A cat that cannot urinate is a medical emergency. This can be life threatening in a short time!
We often take calls from owners who think their cat is constipated and it turns out they are actually trying to urinate but they have a blockage preventing urine from being passed.
Cats have two kidneys that filter their blood and remove the waste products from the blood into the urine. The urine flows down tubes called ureters from the kidneys to the bladder. It is then excreted from the body through a tube called the urethra which connects the bladder to the penis where it is expelled out of the body. A ‘blocked cat’ is one where the urethra is blocked which prevents the urine from being passed.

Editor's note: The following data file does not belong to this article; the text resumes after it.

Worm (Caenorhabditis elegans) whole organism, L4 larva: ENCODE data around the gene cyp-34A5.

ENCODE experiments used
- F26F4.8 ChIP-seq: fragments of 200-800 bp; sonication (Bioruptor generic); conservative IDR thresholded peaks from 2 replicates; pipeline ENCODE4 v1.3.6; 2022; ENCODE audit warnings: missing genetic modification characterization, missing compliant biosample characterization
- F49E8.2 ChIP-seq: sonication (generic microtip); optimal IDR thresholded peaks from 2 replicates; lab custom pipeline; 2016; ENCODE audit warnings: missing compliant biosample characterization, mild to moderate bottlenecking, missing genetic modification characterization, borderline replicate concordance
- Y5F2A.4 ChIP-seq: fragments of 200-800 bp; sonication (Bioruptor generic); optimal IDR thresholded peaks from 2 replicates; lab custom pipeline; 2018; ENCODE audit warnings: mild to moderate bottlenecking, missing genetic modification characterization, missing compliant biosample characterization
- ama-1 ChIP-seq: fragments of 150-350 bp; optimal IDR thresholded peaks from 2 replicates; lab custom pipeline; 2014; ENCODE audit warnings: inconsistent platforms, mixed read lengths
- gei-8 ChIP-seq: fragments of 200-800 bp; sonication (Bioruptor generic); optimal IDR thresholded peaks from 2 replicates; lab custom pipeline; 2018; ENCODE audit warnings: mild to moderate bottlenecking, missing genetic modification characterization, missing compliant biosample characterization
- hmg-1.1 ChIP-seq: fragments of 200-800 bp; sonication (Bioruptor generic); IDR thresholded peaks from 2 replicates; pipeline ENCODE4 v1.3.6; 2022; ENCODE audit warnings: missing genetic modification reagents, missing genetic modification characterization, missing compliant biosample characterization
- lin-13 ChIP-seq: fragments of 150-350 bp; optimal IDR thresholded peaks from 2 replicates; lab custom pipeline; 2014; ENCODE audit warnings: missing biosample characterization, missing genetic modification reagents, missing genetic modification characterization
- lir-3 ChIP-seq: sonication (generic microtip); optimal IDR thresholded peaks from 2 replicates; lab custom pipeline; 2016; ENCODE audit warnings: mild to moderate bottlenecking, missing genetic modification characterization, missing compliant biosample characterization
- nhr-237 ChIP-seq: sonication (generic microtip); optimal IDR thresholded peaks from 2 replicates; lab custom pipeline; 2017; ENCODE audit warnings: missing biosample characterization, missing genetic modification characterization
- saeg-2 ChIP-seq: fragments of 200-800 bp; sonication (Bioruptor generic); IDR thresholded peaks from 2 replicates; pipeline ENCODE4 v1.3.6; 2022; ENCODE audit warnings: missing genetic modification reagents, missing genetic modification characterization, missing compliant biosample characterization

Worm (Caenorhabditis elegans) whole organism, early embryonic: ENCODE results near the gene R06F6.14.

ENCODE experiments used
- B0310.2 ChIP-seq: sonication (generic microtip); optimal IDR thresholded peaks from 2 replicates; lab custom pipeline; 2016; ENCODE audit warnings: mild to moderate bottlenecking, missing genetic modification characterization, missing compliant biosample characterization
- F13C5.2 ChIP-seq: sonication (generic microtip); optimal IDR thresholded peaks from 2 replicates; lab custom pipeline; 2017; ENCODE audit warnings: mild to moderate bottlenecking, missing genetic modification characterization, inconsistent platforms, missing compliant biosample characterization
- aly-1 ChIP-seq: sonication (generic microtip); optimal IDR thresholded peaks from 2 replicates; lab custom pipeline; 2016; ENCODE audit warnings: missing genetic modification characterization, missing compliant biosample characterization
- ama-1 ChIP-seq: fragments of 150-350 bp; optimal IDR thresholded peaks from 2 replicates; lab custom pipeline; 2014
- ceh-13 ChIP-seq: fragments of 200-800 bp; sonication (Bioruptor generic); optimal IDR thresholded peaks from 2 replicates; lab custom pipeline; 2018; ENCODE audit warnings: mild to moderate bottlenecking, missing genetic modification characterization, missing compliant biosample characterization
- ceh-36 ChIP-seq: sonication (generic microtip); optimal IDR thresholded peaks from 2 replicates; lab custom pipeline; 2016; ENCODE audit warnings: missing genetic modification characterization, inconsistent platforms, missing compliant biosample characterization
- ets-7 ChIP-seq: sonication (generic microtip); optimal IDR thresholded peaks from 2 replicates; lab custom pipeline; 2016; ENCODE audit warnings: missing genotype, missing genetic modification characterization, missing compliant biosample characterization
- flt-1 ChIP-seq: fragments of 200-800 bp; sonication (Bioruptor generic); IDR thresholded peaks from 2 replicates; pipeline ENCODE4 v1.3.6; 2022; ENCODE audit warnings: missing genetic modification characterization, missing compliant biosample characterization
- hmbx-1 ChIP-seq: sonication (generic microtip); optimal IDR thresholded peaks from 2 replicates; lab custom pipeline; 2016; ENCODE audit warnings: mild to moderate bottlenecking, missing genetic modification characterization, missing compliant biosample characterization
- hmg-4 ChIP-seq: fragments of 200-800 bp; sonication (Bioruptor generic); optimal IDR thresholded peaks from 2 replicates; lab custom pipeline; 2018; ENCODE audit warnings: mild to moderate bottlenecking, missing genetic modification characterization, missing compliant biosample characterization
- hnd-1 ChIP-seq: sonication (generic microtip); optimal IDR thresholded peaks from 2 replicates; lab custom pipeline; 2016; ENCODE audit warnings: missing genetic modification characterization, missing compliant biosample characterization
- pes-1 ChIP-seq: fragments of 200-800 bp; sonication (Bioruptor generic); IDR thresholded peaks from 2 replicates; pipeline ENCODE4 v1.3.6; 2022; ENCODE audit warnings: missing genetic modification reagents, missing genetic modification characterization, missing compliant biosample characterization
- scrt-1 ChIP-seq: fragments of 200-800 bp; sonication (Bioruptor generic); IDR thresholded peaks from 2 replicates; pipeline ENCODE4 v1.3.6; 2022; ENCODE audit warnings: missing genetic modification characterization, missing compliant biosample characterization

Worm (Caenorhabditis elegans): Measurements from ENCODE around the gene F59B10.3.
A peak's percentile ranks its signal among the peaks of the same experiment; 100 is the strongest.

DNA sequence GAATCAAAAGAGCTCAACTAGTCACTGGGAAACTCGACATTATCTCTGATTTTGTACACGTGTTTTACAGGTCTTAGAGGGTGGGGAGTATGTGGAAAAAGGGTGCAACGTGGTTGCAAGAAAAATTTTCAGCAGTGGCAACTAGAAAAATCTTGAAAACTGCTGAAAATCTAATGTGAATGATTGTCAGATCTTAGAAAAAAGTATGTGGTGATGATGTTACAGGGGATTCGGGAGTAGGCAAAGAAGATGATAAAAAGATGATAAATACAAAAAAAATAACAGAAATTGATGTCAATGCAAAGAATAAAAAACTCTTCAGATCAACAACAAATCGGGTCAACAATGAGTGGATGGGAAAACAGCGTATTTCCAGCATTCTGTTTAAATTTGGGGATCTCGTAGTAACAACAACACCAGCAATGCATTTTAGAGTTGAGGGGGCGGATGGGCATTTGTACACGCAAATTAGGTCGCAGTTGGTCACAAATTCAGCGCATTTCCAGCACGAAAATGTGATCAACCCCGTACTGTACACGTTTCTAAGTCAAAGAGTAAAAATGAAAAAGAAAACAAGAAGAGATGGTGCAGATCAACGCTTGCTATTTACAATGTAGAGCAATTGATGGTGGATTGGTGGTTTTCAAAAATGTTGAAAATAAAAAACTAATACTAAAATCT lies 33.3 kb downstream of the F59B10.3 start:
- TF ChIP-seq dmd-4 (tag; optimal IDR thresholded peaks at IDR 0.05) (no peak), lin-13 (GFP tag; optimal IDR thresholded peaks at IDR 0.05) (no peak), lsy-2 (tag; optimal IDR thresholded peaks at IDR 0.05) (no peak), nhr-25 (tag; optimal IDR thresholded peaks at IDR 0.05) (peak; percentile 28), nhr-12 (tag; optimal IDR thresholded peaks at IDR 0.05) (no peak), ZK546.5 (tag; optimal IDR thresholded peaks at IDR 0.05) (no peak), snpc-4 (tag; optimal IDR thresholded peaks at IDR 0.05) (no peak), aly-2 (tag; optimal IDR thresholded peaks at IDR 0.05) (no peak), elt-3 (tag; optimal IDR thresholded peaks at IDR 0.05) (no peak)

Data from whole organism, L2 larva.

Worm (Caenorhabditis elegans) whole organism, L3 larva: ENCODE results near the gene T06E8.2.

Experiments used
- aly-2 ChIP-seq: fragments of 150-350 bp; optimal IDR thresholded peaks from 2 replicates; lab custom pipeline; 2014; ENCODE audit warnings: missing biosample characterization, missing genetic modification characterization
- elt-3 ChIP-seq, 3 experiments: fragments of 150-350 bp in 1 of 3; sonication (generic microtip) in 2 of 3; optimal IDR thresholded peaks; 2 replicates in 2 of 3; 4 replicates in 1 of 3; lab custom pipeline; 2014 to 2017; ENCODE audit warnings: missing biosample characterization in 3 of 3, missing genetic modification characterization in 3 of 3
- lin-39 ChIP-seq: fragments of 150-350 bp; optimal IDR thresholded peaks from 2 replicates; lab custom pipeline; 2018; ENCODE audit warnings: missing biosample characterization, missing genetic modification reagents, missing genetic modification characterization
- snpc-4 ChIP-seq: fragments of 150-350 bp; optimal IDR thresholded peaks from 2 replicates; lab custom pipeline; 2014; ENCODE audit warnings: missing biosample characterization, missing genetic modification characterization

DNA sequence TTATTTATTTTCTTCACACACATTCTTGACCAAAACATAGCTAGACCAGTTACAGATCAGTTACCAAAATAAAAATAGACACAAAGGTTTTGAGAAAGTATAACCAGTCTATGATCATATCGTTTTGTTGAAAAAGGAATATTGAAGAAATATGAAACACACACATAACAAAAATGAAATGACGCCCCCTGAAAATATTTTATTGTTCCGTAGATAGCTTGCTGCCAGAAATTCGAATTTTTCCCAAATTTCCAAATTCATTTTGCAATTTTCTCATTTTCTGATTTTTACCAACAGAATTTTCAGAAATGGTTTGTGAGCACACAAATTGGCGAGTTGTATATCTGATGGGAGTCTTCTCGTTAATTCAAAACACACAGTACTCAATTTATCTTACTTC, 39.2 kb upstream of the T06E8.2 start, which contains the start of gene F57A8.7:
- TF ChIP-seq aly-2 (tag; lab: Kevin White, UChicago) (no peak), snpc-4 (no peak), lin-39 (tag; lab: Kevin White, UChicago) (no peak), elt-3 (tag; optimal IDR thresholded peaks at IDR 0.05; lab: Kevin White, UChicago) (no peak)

Male cats are most at risk of this because of their anatomy. The urethra runs from the bladder through the penis but there is a bend in the urethra and it becomes narrower at the bend. The blockage is often comprised of protein, cells and crystals or stones.
Male cats that are overweight, confined indoors, don’t consume enough water or are fed dry food only are at greater risk of becoming blocked.
Signs to look for: straining to urinate, vocalizing when trying to urinate, frequent visits to the litter tray but not passing more than a few drops, discoloured urine. As the condition progresses the cat may move restlessly or hide because of the discomfort and eventually lose their appetite and become lethargic.
If you see your cat straining to urinate, seek veterinary help immediately.